How death of a schoolgirl revealed ‘underworld of nastiness’ in the Church
Gay Byrne has described his feelings when he realised the Church was hiding shocking secrets from its followers and the lay authorities.
The veteran broadcaster features in an RTE documentary Last Orders, which looks at the institutional abuse inflicted on children by the Church. Gay tells how he attended a Christian Brothers school in Dublin and was brought up as a devout Catholic, a process in 1950s Ireland that involved him suffering several beatings from his teachers.
It was something he accepted as normal, as did millions of others from his generation.
However, the authority of the Church began to recede from the 1960s onwards. Its reputation then plummeted with the priest child abuse scandals in the 1980s and 90s.
Gay says he, and indeed the rest of the country, began to fear that the Church was covering up dark secrets, back in 1984 following the tragic case of Ann Lovett, who died shortly after giving birth to a stillborn baby boy at a grotto in Granard, Co Longford.
The story unleashed “a huge collective anger to young women who became pregnant out of wedlock” but also prompted many women to come forward to say how the Church had turned its back on them. Some women wrote to him on his radio show to reveal how they had been raped and abused.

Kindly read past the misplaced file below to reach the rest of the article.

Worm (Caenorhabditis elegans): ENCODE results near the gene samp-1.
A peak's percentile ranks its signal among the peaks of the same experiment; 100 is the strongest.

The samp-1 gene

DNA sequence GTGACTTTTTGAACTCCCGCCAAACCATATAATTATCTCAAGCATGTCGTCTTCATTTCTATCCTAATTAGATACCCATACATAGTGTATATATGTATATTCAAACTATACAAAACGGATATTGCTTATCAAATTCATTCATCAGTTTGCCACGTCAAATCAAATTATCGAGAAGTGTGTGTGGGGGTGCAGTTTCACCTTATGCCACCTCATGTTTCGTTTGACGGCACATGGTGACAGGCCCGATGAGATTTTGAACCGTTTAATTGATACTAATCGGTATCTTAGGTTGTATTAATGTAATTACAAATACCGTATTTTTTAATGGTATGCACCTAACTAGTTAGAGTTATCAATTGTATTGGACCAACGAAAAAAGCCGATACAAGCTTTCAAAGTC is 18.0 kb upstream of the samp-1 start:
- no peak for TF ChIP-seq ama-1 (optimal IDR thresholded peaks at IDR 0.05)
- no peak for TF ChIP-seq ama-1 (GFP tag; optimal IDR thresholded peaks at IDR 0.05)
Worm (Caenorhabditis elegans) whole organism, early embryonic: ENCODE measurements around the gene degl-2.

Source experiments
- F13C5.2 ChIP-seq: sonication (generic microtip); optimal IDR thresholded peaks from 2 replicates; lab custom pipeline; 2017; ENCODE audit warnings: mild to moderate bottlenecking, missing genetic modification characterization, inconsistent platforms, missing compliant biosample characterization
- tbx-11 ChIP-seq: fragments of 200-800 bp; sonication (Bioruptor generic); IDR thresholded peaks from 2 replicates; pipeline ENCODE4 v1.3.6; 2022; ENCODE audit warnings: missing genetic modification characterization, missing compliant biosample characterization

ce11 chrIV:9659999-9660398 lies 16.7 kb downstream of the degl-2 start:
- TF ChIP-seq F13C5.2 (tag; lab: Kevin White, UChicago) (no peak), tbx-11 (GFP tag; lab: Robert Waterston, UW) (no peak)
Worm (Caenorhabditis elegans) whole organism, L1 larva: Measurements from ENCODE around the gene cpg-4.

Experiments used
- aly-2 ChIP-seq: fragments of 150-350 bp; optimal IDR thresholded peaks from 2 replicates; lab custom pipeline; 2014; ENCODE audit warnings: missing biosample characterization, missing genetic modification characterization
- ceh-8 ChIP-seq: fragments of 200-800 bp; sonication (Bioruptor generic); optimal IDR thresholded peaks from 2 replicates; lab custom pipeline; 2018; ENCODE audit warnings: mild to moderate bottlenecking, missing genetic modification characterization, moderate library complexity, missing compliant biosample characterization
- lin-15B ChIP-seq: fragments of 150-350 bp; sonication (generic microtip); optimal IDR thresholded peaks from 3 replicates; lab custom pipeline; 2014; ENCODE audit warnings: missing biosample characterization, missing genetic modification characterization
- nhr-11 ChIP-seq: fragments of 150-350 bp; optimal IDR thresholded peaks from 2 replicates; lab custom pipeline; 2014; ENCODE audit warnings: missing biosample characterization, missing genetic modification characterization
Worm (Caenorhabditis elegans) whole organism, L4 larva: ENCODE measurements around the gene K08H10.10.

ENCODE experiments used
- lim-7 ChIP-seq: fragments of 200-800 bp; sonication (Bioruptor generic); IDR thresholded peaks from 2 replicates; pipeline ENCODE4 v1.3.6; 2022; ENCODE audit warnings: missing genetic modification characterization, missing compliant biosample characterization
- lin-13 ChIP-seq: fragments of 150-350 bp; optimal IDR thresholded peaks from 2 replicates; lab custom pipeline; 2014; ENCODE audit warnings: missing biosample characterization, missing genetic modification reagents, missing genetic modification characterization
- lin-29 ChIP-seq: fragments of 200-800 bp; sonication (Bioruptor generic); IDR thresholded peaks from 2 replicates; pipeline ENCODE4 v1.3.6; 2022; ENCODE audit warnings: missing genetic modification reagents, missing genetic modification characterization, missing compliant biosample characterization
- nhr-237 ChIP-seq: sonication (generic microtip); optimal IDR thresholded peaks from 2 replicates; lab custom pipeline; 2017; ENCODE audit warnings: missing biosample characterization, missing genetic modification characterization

“It is my personal belief the Ann Lovett case was the first time that little slab had been raised under which existed this whole underworld of nastiness.”
He reveals how he received a letter from Christine Buckley, who was born out of wedlock after her Irish mother had a relationship with a 20 year old Nigerian medical student in the 1940s. The affair brought shame on the family and Christine was sent Goldenbridge orphanage where she suffered years of abuse and hardship.
She later became a leading campaigner against institutional abuse.
Other women wrote to Gay saying they had become pregnant after being raped, or that their children had been taken away from them by the Church because they weren’t married. One woman who had a baby out of wedlock said “the priest told me I’d pay for my sins for rest of my life”.
All the letters carried the recurring theme of the Church failing the people.
The documentary also explores how the Church censored books, films and newspapers and frowned on the very mention of sex.
Gay said: “Sin was everything and the great mortal sin was anything to do with sex. How they expected a girl to meet a boy, or a boy to meet a girl, I don’t know. This was hell fire and brimstone.”
Last Orders will be shown on RTE One tonight at 9.35pm. Take a look at the trailer below.